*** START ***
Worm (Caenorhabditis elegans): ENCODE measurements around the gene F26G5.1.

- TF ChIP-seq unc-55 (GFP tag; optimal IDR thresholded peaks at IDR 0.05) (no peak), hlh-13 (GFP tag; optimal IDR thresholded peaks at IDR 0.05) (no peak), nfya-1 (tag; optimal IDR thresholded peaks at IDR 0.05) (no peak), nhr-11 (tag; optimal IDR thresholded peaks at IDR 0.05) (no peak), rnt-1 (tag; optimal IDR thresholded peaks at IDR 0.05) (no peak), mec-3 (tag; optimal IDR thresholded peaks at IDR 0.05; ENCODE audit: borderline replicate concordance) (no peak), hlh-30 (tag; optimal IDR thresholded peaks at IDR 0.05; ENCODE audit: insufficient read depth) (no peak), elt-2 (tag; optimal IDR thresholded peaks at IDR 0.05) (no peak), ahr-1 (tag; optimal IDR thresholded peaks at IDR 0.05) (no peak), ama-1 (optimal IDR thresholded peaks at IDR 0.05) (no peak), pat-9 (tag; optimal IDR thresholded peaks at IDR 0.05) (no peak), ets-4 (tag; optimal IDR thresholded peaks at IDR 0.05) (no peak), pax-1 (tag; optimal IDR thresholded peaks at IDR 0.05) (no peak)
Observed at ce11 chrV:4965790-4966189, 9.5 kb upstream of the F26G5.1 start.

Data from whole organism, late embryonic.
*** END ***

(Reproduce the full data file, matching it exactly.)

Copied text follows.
Worm (Caenorhabditis elegans): ENCODE measurements around the gene F26G5.1.

- TF ChIP-seq unc-55 (GFP tag; optimal IDR thresholded peaks at IDR 0.05) (no peak), hlh-13 (GFP tag; optimal IDR thresholded peaks at IDR 0.05) (no peak), nfya-1 (tag; optimal IDR thresholded peaks at IDR 0.05) (no peak), nhr-11 (tag; optimal IDR thresholded peaks at IDR 0.05) (no peak), rnt-1 (tag; optimal IDR thresholded peaks at IDR 0.05) (no peak), mec-3 (tag; optimal IDR thresholded peaks at IDR 0.05; ENCODE audit: borderline replicate concordance) (no peak), hlh-30 (tag; optimal IDR thresholded peaks at IDR 0.05; ENCODE audit: insufficient read depth) (no peak), elt-2 (tag; optimal IDR thresholded peaks at IDR 0.05) (no peak), ahr-1 (tag; optimal IDR thresholded peaks at IDR 0.05) (no peak), ama-1 (optimal IDR thresholded peaks at IDR 0.05) (no peak), pat-9 (tag; optimal IDR thresholded peaks at IDR 0.05) (no peak), ets-4 (tag; optimal IDR thresholded peaks at IDR 0.05) (no peak), pax-1 (tag; optimal IDR thresholded peaks at IDR 0.05) (no peak)
Observed at ce11 chrV:4965790-4966189, 9.5 kb upstream of the F26G5.1 start.

Data from whole organism, late embryonic.